Premises Liability Lawyer
Premises liability case arises when a person is injured or killed on someone else’s property due to an unsafe condition. In Colorado, property owners, landlords, tenants and businesses alike have a duty and legal responsibility to provide a safe environment for their visitors. When a responsible party fails to take “reasonable” care and an individual is injured on a property owned or maintained by someone else, the victim may be able to hold the property owner liable.
Premises liability law, as it relates to culpability, can be very complex. Our attorneys are very familiar with lesser-known statutes and case law and know first hand how the application of these can provide a strong case for our clients.
If you or your loved one has been seriously injured due to a dangerous condition or accident on someone else’s property, contact us. A premises liability lawyer will determine the strength of your claim and ensure you have the best chance at a successful case.
What is Premises Liability?
Premises are the land and buildings belonging to a landowner, usually a business or organization, or private property owner. Premises liability is the legal responsibility of the landowner for injuries suffered by persons on the property.
Types of Premises Liability Cases
Premises liability cases include all types of accidents, from tripping in a neglected parking lot’s pothole to merchandise falling from high shelves in big-box stores. We are not just slip and fall attorneys; we represent clients in all areas of premises liability claims including:
- Slip and falls
- Trip and falls
- Snow and ice accidents
- Icy pavement
- Swimming pool accidents
- Animal bites
- Negligent security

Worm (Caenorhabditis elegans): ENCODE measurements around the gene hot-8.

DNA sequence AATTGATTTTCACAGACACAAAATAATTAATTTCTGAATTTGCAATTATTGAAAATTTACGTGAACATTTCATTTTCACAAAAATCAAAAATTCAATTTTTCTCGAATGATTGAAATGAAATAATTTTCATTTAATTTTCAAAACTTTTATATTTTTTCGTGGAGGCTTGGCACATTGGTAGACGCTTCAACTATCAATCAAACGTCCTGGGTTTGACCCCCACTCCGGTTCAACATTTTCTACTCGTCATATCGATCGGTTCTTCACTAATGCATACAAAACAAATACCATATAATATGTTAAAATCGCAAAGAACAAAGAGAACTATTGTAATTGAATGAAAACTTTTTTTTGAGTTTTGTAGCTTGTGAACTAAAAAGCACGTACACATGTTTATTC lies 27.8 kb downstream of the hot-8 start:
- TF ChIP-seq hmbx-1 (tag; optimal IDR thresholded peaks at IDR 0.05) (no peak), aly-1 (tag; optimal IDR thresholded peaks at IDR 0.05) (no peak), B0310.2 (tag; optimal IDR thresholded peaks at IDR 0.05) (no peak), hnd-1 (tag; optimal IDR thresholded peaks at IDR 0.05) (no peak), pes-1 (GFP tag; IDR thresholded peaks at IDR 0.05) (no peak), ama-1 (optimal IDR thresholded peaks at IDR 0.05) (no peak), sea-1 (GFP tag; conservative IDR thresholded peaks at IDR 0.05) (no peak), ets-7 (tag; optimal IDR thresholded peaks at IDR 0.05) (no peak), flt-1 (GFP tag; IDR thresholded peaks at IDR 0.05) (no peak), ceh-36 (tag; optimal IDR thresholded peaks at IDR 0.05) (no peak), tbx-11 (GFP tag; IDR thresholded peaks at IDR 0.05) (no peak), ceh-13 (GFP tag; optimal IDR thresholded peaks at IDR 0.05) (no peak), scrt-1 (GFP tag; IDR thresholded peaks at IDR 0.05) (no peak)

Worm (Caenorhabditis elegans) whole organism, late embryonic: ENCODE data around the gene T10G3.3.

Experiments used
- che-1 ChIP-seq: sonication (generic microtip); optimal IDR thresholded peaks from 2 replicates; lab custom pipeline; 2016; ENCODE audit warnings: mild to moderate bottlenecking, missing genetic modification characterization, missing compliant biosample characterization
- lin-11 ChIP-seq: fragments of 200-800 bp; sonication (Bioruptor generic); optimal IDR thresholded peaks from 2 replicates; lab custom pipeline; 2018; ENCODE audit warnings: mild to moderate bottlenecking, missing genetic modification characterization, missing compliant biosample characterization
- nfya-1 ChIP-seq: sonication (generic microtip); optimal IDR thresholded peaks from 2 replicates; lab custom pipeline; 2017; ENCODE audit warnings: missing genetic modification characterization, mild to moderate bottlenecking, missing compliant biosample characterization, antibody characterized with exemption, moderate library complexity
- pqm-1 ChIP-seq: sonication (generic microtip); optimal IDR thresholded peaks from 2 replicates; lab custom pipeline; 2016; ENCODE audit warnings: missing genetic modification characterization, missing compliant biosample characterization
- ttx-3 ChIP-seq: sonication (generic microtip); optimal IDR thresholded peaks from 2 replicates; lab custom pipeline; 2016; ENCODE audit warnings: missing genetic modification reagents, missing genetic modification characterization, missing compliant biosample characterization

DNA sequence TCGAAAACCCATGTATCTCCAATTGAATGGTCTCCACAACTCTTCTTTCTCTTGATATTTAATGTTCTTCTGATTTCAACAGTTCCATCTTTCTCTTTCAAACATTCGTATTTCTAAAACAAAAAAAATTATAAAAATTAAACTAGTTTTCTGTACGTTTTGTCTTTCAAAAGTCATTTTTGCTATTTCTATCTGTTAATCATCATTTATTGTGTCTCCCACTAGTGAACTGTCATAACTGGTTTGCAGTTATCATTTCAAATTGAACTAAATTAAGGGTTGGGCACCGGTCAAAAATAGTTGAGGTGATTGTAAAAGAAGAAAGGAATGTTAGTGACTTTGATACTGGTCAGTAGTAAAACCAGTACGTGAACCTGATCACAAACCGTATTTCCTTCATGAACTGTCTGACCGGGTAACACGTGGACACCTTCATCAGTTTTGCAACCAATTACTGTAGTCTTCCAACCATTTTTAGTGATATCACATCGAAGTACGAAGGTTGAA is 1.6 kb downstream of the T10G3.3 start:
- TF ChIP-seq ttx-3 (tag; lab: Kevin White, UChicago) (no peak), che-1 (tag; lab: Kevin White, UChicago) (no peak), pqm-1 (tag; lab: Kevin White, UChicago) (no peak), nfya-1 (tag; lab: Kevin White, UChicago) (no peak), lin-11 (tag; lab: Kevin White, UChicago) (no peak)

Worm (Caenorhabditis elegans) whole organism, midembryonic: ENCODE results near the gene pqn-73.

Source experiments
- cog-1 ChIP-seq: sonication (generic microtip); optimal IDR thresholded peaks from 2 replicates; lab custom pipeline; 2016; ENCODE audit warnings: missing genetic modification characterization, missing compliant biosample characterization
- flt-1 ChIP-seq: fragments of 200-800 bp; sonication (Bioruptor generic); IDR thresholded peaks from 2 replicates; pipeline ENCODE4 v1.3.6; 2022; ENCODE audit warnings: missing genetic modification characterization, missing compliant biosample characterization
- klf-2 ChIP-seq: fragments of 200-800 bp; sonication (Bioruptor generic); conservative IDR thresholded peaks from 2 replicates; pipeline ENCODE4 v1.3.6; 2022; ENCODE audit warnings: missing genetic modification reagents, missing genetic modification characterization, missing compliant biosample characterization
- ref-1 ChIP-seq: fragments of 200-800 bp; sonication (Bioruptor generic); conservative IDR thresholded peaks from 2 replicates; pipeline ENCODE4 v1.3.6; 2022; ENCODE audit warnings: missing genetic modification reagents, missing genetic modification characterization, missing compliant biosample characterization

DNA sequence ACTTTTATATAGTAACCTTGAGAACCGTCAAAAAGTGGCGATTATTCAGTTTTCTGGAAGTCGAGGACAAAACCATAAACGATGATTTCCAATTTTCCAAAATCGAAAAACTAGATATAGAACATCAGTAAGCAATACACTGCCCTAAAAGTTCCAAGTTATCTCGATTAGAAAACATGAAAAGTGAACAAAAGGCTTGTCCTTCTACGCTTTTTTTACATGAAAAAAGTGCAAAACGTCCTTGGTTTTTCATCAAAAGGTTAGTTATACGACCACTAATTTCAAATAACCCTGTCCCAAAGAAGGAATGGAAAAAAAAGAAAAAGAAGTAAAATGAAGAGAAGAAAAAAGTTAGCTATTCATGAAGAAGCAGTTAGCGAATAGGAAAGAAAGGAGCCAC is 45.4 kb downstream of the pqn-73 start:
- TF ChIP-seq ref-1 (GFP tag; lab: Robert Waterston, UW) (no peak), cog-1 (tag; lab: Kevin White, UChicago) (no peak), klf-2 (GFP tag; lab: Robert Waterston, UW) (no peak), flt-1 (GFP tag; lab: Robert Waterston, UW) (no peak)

- Falling merchandise
- Defective premise conditions
- Elevator and escalator accidents
- Toxic fumes or chemicals
- Negligent security
- Faulty sidewalks
- Lighting issues
- Dangerous conditions
Who Can Be Liable for Injuries?
- Owner of the property
- Owner of the business on the property
- Tenant responsible for the property
- Manager of the store
- Manager of the apartment building
Do I Have a Premises Liability Case?
Generally speaking, you have grounds for a premises liability claim if the property owner didn’t take reasonable efforts to keep you safe on the property. However, the amount of care a property owner is liable for depends on why a visitor is on the property. Or in other words, the exact steps a property owner needs to take depends on the visitor’s purpose for entering the property in the first place.
There are three statuses, or classifications, of people who enter onto property: invitees, licensees, and trespassers. Landowners owe the highest duty of care to invitees. In these cases, the landowner has an obligation to remediate dangers that are known. Or, should have been discovered with the exercise of reasonable care. A licensee, on the other hand, gets an intermediate standard of care. These types of visitors may recover if a landowner actually knew about a dangerous condition and failed to it. Landowners are only liable to trespassers for “willfully or deliberately” causing injury. Setting a trap, for example, would be an example of deliberately trying to cause injury.
Many details need to be investigated in order to determine whether you have a basis for a slip and fall claim or any other premises liability claim. These can include: was the property owner aware of the dangerous condition? If not, should they have been aware of it? What did the property owner do about the dangerous condition? Did the property owner warn people or take steps to prevent injury? And finally, while it may seem intuitive, one of the biggest issues in premises cases is whether the responsible party is a “landowner.”
Should I Hire a Personal Injury Lawyer?